Using residentials to revive an interest in literacy with Year 6 boys

Key features

  • Focussed on improving literacy skills and inspiration
  • Regular experiences that are fully integrated with the curriculum
  • Flexible partnership with local residential outdoor centre

Amongst the many schools that experienced impacts on literacy as a result of their Learning Away residentials, examples in two partnerships (South Hetton and Christ Church) stand out. Both partnerships were tackling a problem in Years 5 and 6 in which pupils, particularly boys, had begun to lose confidence and interest in literacy. Their test scores had plateaued. In both the approach to planning residentials has become organic with staff and pupils suggesting topics and dates often at short notice. Both combined a visit from a creative writer with a residential to great effect.

This case study describes the approach developed by the three primary schools in the Christ Church partnership. It highlights the importance of curriculum integration, the significance of the different approach to teaching and learning developed while away and the value of an established relationship with a local residential outdoor centre.

This growing and flexible relationship with  the nearby Crosby Hall Educational Trust (CHET) has meant that the staff and pupils can respond creatively and at short notice to opportunities for learning away. The arrival of a creative writer inspired a group of Year 6 boys to suggest that the class should work with her in the ‘spooky wood’ by the centre. In this low cost, organic context it was no sooner said than done.

Widespread use of projects, themes, small group work, day trips, practical and experiential learning were already embedded across classes, year groups and schools so complimenting these with a programme of Year 2 to 6 residentials was congruent with the approach taken by the partnership.

In this case the knowledge of a residential venue close to the school built up by the pupils over many visits gave them the opportunity to be involved in the planning of their teaching and learning. The teacher, aware of an emerging problem of literacy amongst some of the class and the opportunity of a visiting author, capitalised on this with an overnight visit.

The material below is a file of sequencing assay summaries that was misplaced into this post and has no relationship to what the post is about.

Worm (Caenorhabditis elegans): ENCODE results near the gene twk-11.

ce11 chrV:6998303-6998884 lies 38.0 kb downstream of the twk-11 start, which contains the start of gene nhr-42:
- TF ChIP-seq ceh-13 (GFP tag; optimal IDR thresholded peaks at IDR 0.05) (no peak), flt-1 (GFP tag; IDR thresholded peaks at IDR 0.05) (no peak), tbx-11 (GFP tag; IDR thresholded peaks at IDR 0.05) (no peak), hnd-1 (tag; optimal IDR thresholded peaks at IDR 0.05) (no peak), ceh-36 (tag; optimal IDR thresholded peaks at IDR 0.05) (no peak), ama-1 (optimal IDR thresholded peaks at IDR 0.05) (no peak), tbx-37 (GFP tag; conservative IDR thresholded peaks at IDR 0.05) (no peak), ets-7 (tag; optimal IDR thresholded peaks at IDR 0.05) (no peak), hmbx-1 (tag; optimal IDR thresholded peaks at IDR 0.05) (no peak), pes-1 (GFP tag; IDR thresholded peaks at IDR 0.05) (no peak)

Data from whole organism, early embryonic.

The ‘spooky wood’, visited by day and by night, stimulated story telling by the author and the pupils. Word banks created the foundation for written stories to be developed back in the classroom. This is what some of those Year 6 pupils had to say about the experience and its impact on their learning, motivation and aspirations:

Going to (spooky wood) inspired me because I’ve already started to write me own book.”

 “… (the author) helped us with our vocabulary and that and we wrote part of a book together.”

 “It could start your career off, like you could become a mountaineer or someone. Like when we went on the creative writing course one of us could become an author because of that.”

Back in class, their teacher used other tactics to help make the pupils proud of their new-found vocabulary and skills, as this Year 6 pupil described:

We were teaching. Everybody else was just watching the board. We taught them how to make little word bags. We learned this thing called wonder whispering and we did this. It was hectic! Now I know what Miss feels like!”

The headteacher is very clear about the impact that these literacy focussed residential have had:

“Class teachers notice an improvement in engagement and attainment that is then sustained through the year post trip for a wide range of pupils … those with previously high, middling and poor results.”

“The impact is perhaps most noticeable on low achievers. It is picked up especially in core subjects such as maths and literacy – both aural and written.”

Behaviour is also associated with these changes. This is both in relation to more supportive attitudes to other pupils, more eagerness to learn and better behaviour in class all impacting on attainment.”

This case study highlights the potential of residential experiences when they are inclusive of all or most pupils in the class, are progressive so that regular experiences lead to expert residential learners and teachers and, above all, are integrated thoughtfully into the curriculum. The importance of more interactive ways of teaching and learning also stands out as a key factor on the enhanced progress of the pupils.